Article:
x Abu Dhabi, UAETuesday 25 July 2017

Adding personality to a Mustang in just seven minutes

Ivan Copeland heads a team that will give the personal touch to your Mustang in record time.

Ivan Copeland is a third-generation Ford man.
Ivan Copeland is a third-generation Ford man.

Ivan Copeland wants to go fast at the Abu Dhabi International Motor Show.

But he wasn't involved with the attempts at the world indoor speed record scheduled for Wednesday and Thursday. Instead, he and a team of technicians from Premier Motors in Abu Dhabi were customising a Mustang every hour at the Ford stand in the evenings. The thing is, the team were doing it in under seven minutes.

Just a short conversation with Copeland will tell you he's a car guy, through and through. The 55-year-old, dressed in a blue Ford work shirt, opens up warmly in his relaxed Detroit accent about anything related to cars, racing and the Ford Mustang. It's easy to see he likes to get his hands dirty.

"We're presenting Mustang Alley, which shows you the different products you can get to personalise your Mustang through your Ford dealer," says Copeland. "If you go over there and pick it out, and you say I want these wheels and this hood scoop, or this stripe kit, you can have everything done before you pick it up. And that way, everything is warrantied."

Copeland doesn't actually work for Ford; the company he works for, DST [Distribution Service Technologies], is in charge of preparing cars for car shows and advertising for the car maker, and Copeland leads the programme. But the company - and Copeland himself - have a long history with the Blue Oval.

"I go back a long way with Ford; my grandfather retired from Ford, and my father-in-law retired as an engineer from Ford. And the company I work for has been doing work for Ford since 1954 [Copeland joined DST in the early 1980s]. We originally started with the performance program for Ford - we started with the original Thunderbird in 1955. Because Ford didn't have the money to pay their own people for the job, they hired my company to do all the speed records and some racing teams.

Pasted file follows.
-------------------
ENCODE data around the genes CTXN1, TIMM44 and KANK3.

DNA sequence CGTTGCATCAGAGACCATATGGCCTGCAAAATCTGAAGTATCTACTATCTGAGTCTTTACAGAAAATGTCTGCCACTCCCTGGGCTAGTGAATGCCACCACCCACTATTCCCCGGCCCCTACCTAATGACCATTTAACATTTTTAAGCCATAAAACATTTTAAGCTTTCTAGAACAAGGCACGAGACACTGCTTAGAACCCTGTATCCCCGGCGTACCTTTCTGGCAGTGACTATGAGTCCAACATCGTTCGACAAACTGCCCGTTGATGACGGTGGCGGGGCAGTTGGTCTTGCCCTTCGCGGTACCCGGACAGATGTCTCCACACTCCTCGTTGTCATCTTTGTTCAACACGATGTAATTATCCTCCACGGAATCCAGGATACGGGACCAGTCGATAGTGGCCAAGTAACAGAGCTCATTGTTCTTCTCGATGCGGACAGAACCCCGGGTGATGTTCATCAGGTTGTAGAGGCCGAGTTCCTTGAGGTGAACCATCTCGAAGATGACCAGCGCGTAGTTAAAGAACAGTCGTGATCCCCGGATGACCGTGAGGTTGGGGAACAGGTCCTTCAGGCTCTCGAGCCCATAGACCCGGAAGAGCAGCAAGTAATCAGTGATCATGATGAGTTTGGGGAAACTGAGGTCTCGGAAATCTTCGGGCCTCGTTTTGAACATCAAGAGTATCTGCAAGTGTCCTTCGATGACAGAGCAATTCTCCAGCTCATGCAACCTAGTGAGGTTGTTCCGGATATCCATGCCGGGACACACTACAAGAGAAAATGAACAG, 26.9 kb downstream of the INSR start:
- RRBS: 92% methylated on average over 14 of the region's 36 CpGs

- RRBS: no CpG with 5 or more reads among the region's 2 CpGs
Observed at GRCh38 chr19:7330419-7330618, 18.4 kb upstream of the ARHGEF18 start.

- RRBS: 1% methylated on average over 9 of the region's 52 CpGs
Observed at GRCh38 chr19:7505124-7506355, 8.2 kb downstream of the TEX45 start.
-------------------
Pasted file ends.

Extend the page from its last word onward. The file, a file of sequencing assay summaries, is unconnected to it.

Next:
"As far as that goes, we have a great history with Ford; we like to think we're as much a part of the Ford family as the dealers are."

The conversation with Copeland flows from DST's history with Ford drag racing in the 1960s to how he still works on a local Michigan racer's car today as a hobby. Finding out I'm Canadian, he goes on in detail about the country's winningest race driver - Junior Hanley, who I learn for the first time had more than 600 victories. Talking cars obviously puts a twinkle in Copeland's eye.

He is off next to Kuwait to prepare for another show. Copeland has been enjoying coming to the Middle East for the job, but his enthusiasm isn't contained to just his travels.

"I enjoy being here. Our community at home, we have a very large Middle East community [in his home state of Michigan]. Travelling is just a bonus for me.

"This started last year as an international thing for the Middle East; the rest of the world really doesn't get the Mustang, but the Ford product has really taken off here in the last few years. So Ford wanted to offer to them the same thing that the US has."

It's almost time for another presentation, so our conversation begins to wind down. But Copeland's warmth and easy conversation are enjoyable, and his love and knowledge of cars and racing contagious.

"I wake up every morning loving my job," he says with a firm handshake, "whether I'm at home or in Abu Dhabi."